Despite increased efforts to combat the national painkiller abuse and addiction epidemic, the findings of a new report suggest that opioid deaths in the United States continued to increase last year, killing 72,000 people nationwide.
The Drug Enforcement Administration (DEA) announced the findings of its 2018 National Drug Threat Assessment (PDF) last week, warning that opioids caused the largest number of deaths last year of any illicit drug class since 2001.
The report is a strategic assessment of the threat drug trafficking and drug abuse pose to the United States. It combines data from federal, local, state and tribal law enforcement, as well as public health data and open source reporting and data from other agencies.
According to the findings, 72,000 people in the U.S. died of opioid overdoses in 2017. That’s a rate of about 200 overdoses per day, and is a significant increase from 174 people per day who died in 2016. Every year since 2011, drug-related deaths have outnumbered the deaths by firearms, auto accidents, suicide and murder.
“This report underscores the scope and magnitude of the ongoing opioid crisis in the United States,” Acting DEA Administrator Uttam Dhillon said in a press release. “The information in the report represents data and critical intelligence from our law enforcement partners that was gathered over the past year. This report highlights the necessity of using all the tools at our disposal to fight this epidemic, and we must remain steadfast in our mission to combat all dangerous drugs of abuse.”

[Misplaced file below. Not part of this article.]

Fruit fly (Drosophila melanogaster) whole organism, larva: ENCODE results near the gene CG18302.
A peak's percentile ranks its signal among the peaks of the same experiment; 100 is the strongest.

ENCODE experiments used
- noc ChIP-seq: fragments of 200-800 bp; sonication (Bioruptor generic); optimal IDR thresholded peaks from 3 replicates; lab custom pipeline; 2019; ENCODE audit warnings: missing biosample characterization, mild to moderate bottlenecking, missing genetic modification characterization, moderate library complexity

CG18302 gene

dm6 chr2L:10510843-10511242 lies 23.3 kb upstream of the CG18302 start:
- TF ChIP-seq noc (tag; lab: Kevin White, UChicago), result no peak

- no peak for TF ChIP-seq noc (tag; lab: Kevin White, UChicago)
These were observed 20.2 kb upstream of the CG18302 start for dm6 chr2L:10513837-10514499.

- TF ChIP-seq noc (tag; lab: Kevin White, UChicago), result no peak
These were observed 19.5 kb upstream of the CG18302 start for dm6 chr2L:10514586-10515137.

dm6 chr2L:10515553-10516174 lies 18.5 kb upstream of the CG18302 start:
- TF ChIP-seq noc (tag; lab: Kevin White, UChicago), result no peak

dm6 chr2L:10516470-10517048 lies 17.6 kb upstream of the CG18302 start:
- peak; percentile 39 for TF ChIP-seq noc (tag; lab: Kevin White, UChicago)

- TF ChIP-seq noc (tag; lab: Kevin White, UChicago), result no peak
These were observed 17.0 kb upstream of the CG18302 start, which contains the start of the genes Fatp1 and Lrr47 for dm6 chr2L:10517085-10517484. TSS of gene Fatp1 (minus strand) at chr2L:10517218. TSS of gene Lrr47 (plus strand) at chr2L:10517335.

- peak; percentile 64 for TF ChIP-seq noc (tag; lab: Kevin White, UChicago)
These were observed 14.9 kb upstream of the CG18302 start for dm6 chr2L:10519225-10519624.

The findings also suggest that fentanyl was a major cause of opioid-related deaths, accounting for nearly 30,000 fatalities. Heroin-related deaths are also on the rise.
The DEA warns that many of the illicit drugs are coming in primarily from Mexico and that prison gangs and street gangs continue to control distribution. Border seizures increased from 8,900 pounds in 2010 to nearly 82,000 pounds in 2018.
However, the report stressed that controlled prescription drugs (CPDs) were still responsible for the most overdose deaths.
Research indicates ER doctors often prescribe more opioids than they realize. Narcotic painkillers are also often overprescribed after hip and knee replacement surgery.
In some cases, doctors are responding to financial incentives offered by drug companies to prescribe more opioids.
“As CPD abuse has increased significantly, traffickers are now disguising other opioids as CPDs in attempts to gain access to new users,” the report states. “Most individuals who report misuse of prescription pain relievers cite physical pain as the most common reason for abuse; these misused pain relievers are most frequently obtained from a friend or relative.”